(Corrects to delete reference to Affleck premiere appearance in
By Sue Zeidler
LOS ANGELES Aug 23 Justin Timberlake and Ben
Affleck have Las Vegas on edge.
They are the stars of a new film about the murky world of
unauthorised online poker that could cast an unwelcome spotlight
on a fledgling legal market that Sin City's biggest players are
Timberlake is set to walk the red carpet with other
celebrities at Caesars Palace next month for the
premiere of Twenty-First Century Fox Inc's "Runner,
In the movie, Affleck plays an online gambling tycoon in
Costa Rica confronted by Timberlake, a graduate student who
believes he's been swindled by the gaming site.
It is a departure from the run of films like the "Hangover"
series and "Ocean's 11" that glamorized casinos and the Las
"People very well could get the wrong idea," said John
Pappas, executive director of the Poker Players Alliance. "Not
all offshore operators are unregulated bad guys. This is a
dramatization, lets be clear about that. It shows what could be
happening in a worst-case scenario."
Industry groups like the American Gaming Association are
preparing advertising and discussion screenings around the
film's release, to draw a distinction between its portrayal of
the seedy trappings of global online poker, and a federally
regulated market they're trying to plug.
A legal, well-supervised market safeguards against fraud and
cheating, and increases revenues, its proponents argue.
Vegas' biggest players see online poker as a new market that
can offset slowing growth from table-gambling on the Strip. It
is a market expected to grow by more than $10 billion in coming
years from about $4 billion bet through unauthorized sites as of
A few states have already begun legalizing Web poker, eyeing
the tax revenues the games will bring.
Yet the 2011 U.S. Department of Justice crackdown on foreign
operators has left a sour taste in the mouths of many.
"The specifics of the film are not what we're associating
ourselves with," said Joe Versaci, chief marketing officer for
Station Casino Inc's Ultimate Gaming, the first company to take
online bets in the U.S. in the state of Nevada in April. It has
applied for a Web gaming license in New Jersey, which is
expected to launch online betting in November.
The problem for most Vegas operators is they have teamed up
with more-experienced poker-game operators overseas, which the
film portrays in a sordid light. Caesars tied up with
London-listed 888 Holdings Plc. MGM Resorts has
aligned with Bwin.Party Digital Entertainment Plc, to
name a few.
Offshore poker websites like PokerStars were the forces
behind the last online poker boom, starting around 2003. That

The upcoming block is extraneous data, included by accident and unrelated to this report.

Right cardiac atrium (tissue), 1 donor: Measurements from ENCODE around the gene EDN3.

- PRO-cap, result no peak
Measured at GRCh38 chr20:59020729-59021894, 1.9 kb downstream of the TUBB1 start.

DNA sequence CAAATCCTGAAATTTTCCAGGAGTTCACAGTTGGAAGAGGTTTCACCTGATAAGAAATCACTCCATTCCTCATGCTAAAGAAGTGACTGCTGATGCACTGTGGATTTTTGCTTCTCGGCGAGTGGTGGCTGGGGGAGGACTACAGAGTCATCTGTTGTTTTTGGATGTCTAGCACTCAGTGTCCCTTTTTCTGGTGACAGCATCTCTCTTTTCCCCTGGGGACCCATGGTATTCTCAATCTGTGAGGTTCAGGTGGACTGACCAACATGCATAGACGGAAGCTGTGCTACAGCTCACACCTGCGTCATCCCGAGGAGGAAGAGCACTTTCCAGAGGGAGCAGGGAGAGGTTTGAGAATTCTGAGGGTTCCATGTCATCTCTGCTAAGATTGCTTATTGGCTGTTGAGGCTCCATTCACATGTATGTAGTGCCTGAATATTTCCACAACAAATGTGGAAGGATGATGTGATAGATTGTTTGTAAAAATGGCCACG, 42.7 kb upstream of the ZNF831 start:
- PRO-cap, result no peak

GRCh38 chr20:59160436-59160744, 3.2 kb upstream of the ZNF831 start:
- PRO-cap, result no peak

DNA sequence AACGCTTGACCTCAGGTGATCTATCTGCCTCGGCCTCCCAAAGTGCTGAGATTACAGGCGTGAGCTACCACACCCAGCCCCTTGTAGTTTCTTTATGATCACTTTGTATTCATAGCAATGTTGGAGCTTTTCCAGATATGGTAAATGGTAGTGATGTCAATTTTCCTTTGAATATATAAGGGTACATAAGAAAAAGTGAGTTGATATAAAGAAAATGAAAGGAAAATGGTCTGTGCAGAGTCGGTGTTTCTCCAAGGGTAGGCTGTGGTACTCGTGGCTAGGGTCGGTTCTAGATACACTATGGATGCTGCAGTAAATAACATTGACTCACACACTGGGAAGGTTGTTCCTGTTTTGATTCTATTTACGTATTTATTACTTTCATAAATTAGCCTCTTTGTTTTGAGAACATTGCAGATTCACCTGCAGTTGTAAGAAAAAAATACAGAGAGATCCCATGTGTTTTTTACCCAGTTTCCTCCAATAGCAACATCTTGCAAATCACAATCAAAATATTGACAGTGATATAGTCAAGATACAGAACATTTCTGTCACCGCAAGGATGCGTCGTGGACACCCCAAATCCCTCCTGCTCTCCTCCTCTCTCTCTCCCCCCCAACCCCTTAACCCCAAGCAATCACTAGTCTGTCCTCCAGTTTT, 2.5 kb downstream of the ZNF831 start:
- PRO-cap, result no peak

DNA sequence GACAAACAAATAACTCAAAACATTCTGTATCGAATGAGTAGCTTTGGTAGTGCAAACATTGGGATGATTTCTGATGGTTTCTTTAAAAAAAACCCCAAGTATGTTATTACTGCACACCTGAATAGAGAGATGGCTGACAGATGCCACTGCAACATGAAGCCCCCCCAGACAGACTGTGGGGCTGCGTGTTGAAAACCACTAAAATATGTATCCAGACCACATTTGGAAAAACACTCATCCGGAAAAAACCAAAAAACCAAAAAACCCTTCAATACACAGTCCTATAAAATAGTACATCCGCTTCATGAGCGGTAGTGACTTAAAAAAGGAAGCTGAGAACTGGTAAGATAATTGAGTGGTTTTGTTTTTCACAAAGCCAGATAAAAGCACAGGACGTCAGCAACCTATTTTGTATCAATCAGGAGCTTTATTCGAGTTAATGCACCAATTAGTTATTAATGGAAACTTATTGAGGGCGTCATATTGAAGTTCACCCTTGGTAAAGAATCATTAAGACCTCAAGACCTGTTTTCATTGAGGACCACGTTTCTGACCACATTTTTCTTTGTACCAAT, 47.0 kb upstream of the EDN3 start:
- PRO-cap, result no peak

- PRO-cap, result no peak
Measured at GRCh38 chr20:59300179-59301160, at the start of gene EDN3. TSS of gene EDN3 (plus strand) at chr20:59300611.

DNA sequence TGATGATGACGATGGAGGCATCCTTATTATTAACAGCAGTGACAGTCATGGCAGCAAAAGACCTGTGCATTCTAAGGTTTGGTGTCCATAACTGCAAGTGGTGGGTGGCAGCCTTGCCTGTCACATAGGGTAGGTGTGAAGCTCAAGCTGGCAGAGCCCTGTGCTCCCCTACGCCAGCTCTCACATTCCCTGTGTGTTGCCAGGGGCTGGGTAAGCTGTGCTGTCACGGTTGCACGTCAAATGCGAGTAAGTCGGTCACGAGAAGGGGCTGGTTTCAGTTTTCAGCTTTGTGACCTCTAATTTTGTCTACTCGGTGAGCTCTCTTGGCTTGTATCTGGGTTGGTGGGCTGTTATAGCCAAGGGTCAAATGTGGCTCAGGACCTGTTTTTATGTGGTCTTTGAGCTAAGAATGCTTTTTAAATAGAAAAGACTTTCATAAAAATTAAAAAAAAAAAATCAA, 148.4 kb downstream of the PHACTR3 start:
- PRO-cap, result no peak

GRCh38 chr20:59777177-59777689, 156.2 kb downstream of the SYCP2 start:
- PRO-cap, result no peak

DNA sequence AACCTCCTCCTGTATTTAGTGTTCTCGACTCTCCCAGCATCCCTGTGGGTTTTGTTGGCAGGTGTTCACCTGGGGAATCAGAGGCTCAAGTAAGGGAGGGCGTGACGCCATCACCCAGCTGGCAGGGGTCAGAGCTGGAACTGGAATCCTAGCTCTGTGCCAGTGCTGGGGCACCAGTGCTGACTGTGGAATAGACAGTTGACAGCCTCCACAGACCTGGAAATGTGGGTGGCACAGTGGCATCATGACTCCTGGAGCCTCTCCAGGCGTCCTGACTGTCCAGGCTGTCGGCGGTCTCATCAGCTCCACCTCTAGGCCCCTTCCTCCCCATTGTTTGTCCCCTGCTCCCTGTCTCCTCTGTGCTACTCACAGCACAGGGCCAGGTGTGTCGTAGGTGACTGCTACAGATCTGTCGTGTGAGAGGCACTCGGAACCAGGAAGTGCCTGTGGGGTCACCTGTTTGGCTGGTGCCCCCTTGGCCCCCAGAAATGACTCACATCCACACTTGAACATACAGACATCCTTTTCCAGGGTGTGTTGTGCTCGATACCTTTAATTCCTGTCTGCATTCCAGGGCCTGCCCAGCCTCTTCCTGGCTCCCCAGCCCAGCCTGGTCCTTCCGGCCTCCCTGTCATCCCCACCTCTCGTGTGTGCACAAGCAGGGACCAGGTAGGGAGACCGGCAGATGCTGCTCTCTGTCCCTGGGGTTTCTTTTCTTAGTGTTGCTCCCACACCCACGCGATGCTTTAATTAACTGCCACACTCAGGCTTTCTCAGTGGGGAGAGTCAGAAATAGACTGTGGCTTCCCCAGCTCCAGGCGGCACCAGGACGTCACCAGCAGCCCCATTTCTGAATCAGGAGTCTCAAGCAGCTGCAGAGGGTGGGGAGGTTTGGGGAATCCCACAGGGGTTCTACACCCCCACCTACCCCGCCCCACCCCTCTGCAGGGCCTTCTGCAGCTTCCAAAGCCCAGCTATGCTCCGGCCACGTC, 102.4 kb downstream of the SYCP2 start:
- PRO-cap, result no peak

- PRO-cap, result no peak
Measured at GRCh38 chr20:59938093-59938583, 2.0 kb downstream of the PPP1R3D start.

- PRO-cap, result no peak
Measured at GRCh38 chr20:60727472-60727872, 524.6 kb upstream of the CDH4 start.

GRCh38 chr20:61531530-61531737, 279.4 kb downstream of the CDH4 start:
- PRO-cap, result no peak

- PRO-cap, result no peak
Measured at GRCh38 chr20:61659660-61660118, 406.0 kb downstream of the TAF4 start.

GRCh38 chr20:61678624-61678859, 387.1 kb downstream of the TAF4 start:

all changed on April 15, 2011, known in the industry as "Black
Friday," when the U.S. Department of Justice indicted the
founders of these sites on charges of bank fraud, money
laundering and illegal gambling.
The sites were closed to U.S. players, but now tax-hungry
states like Nevada, New Jersey and Delaware are passing online
gambling laws, re-opening the market.
The American Gaming Association, trade group for the world's
big casinos, has decided to spin the movie as part of its
lobbying platform for expanded online gaming regulation.
AGA President Geoff Freeman, in an email sent to its board
last week obtained by Reuters, plans to argue that the film
underscores the risk of a poorly-regulated market.
Both the AGA and Poker Players Alliance have long advocated
for a federal online gambling bill allowing for a larger, more
uniform market, but efforts in Congress have stalled. Two new
federal bills have recently been introduced in Congress as
states move ahead to pass their own laws.
Twenty-First Century Fox had no comment on the AGA letter.
"Hollywood has a way of glamorizing everything up to and
including vampires. This is a movie that highlights a part of
the Internet that has real downside unless governments act,"
said MGM spokesman Alan Feldman.
Caesars thought long and hard about the risk of being
associated with the film. The company plans to soon go live with
an online poker site in Nevada and is awaiting approval in New
"There was a lot of discussion of whether we wanted to be
part of 'Runner, Runner,' but we decided we could draw a nice
distinction between the illegal, unregulated world and the
regulated market we are advocating," said Tariq Shaukat, chief
marketing officer for Caesars.
It was also hard to turn away a chance to have Timberlake on
a red carpet, he added.
(Reporting By Susan Zeidler; editing by Andrew Hay)